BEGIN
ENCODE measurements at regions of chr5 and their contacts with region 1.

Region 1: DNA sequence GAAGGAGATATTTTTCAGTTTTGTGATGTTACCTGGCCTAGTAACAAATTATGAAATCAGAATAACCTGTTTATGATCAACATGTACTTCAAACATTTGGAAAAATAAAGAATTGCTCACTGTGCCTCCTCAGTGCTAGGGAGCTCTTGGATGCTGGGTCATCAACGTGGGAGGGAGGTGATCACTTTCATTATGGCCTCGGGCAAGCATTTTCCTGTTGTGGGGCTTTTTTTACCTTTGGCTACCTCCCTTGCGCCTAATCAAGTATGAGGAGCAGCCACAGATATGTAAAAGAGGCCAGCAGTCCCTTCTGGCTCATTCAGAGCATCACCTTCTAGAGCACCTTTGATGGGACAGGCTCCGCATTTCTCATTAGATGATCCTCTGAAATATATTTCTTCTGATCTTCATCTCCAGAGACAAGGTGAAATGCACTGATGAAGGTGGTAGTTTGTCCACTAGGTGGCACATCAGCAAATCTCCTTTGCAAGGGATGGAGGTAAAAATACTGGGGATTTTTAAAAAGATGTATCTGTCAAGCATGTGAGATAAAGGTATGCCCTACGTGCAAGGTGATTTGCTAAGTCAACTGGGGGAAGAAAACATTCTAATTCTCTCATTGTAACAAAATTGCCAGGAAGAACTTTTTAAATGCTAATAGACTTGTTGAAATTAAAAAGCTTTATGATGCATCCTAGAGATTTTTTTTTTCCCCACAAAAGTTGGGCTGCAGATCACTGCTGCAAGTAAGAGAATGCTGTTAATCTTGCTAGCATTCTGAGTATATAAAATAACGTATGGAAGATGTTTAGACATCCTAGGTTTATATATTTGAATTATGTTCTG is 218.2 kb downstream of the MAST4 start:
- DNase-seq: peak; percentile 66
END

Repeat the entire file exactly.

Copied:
ENCODE measurements at regions of chr5 and their contacts with region 1.

Region 1: DNA sequence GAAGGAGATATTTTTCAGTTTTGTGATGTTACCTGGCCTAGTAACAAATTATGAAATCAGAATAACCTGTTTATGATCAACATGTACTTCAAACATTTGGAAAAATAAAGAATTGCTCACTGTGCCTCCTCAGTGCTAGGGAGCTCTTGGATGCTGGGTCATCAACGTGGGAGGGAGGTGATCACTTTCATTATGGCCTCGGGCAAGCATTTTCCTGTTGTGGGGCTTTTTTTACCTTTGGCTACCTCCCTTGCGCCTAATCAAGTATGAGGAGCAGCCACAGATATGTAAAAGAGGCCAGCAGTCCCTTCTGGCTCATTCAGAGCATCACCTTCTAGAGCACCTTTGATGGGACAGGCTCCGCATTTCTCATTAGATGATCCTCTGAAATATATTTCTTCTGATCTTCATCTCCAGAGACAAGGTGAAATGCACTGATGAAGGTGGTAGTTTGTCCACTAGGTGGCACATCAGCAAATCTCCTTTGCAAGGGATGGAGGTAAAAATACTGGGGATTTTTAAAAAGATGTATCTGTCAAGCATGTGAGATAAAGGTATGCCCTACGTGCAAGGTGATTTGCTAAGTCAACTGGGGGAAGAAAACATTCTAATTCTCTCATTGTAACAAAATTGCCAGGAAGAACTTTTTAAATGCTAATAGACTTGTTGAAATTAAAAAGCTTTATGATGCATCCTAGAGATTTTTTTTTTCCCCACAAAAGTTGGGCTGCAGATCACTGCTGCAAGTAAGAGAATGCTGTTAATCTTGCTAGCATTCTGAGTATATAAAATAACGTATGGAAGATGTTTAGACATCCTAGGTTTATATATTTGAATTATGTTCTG is 218.2 kb downstream of the MAST4 start:
- DNase-seq: peak; percentile 66